Rambling My Way Through Therapy

I went right past by the door of the therapists’ office. I walked a few paces back, and peeked in the blinds of the door. I guess this place is it?

I opened the door, slowly. Quietly. I peered in. There were two chairs, surrounded by white walls in this tiny room. Name placards of the therapists stood out against the white background, with the little light switches by their names. Oh, I’m supposed to switch the light on to signal to her I’m here, I realized. Weird.

This was both exactly and yet not at all how I pictured a therapist’s office lobby to be. I sat, nervous, in the chair of the waiting area, not knowing what to expect.

Therapy. I’d thought for more than a year about coming to try this “therapy” business out, and yet I was never ready.

Even though I had known people who had sought therapy in the past, those who went (that I knew of) usually went for a specific issue, or to address past trauma.

Frankly, a small part of my reluctance stemmed from how the media portrayed therapy. And society’s stigma around therapy. People I know who go to therapy generally don’t talk about going to therapy. I get why. After all, doesn’t our media make it seem as therapy is for “crazy people” or people who really needed it?

How do I tell others — even some of my family members, who come from a culture where mental health issues are rarely acknowledged and discussed — that I’m going to therapy, without having it seem like I am that kind of person?

But if all the “non-crazy” people who seek therapy never talk about their experiences, how will it ever be de-stigmatized?

I didn’t feel like I quite had identifiable, “specific issues” or trauma to go to therapy for. But as I started noticing certain relationship patterns emerge within my life, I began to pinpoint aspects of myself that I wanted to improve. While I felt like I could work on some of this on my own, I ultimately realized that therapy would help accelerate my progress.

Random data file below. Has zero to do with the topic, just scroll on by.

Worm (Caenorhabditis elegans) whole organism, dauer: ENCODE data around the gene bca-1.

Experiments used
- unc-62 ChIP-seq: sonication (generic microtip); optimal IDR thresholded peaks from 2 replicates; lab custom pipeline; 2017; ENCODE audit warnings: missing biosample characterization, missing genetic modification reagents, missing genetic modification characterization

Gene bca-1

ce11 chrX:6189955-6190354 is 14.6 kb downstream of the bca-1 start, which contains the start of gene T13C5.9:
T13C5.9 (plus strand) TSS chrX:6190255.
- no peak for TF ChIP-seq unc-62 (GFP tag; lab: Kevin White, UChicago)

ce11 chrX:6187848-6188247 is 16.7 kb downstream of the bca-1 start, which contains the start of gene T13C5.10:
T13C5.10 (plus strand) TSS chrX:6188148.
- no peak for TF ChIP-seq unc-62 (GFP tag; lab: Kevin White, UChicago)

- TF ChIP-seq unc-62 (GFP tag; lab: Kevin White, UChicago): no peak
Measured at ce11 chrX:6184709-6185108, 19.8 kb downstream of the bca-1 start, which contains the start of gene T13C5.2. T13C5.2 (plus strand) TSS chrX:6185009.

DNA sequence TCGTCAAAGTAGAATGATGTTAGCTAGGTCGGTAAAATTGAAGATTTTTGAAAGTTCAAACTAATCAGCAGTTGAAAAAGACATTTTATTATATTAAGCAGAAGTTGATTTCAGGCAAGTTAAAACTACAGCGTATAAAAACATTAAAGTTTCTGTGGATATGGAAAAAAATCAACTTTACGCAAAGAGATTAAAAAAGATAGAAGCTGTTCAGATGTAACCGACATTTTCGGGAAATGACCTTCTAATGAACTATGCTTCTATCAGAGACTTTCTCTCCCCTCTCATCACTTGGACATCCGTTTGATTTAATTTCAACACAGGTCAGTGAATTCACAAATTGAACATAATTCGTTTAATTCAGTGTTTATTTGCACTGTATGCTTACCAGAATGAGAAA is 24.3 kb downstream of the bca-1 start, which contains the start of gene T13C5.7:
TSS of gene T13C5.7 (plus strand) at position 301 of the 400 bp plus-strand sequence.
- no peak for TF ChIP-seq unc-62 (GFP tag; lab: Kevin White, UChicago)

So, finally…I took the leap**.

After what seemed like hours, the door opened. My therapist greeted me warmly. She led me into a room with two chairs, with a desk at the back of the room. I sat down, shifting uncomfortably.

“So, what brings you to therapy?” she asked.

I took a deep breath, and began to speak.

The next 50 minutes flew by. As frightening as it felt to tell a stranger very personal bits of my life, I knew I had to. How could she help me if I didn’t tell the truth?

“You’re introspective, and self-aware. You’re ripe for therapy,” she assured me.

I hoped she was right.

I went to therapy starting on a weekly basis, to eventually a twice-a-month frequency.

Over the period of the nine months, I rambled on about topics from small annoyances, to fights, to little triumphs. I gave low-downs of my younger years, recounting all the ways my childhood insecurities manifested themselves in adulthood. I talked about past and present relationships.

Therapy provided me the support I needed to leave toxic relationships behind. It was one of the main ways I stayed sane in an unstable — and at times, scary — codependent relationship. I didn’t know it then, but a part of me recognized I was in a situation that was not good for me. Subconsciously, it pushed me into trying therapy out.